Their last album of original material to date, A Bigger Bang, was released in 2005. 2012 marked the 50th anniversary of the band’s formation, so the Stones embarked on yet another mammoth tour off the back of their 1000th greatest hits compilation.

In 2013 Michael Eavis finally got his wish and they headlined the Pyramid Stage at Glastonbury Festival. As I’ve mentioned before on this blog, I was lucky enough to be there, and they surpassed my expectations, playing a set of classic material. What really stood out was how much they seemed to relish the opportunity. They didn’t phone their set home, they attacked it with all the energy of a band more than half their age. It’s truly incredible how they can still have so much passion, really.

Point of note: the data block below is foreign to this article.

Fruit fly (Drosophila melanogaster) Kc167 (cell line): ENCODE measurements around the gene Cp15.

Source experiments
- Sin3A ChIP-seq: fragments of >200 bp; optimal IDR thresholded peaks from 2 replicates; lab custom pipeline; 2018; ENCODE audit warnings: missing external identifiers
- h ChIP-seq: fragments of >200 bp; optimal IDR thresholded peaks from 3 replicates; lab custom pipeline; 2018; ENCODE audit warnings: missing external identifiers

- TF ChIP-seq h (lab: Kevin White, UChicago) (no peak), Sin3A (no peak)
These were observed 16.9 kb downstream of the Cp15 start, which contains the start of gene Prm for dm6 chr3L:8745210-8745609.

It’s a long, long time since the Rolling Stones were known as the most dangerous band in the world. You could argue they are just a money-spinning brand now, and to be fair, I’ve made that argument before. But seeing them at Glastonbury changed my opinion. Granted, we haven’t needed most of their recorded output since the early 80s, but it became clear to me that they actually get a kick out of still performing, even after all this time. Jagger recently had heart surgery, and is back on stage after a few months. The man is 75. He must have sold his soul to the devil to carry on the way he is. Look at Keith. He definitely has.

Their tally for number 1 singles may not match the Beatles or Elvis Presley , but the Rolling Stones outlasted them, through drug addictions, prison and deaths. They will come to an end one day though, and it may take that for people to realise not only that the Glimmer Twins were once one of the most talented songwriting teams of all time, but that we have lived through a true musical phenomenon, the like of which we’ll never see again.

Written by: Mick Jagger & Keith Richards

Producer: Jimmy Miller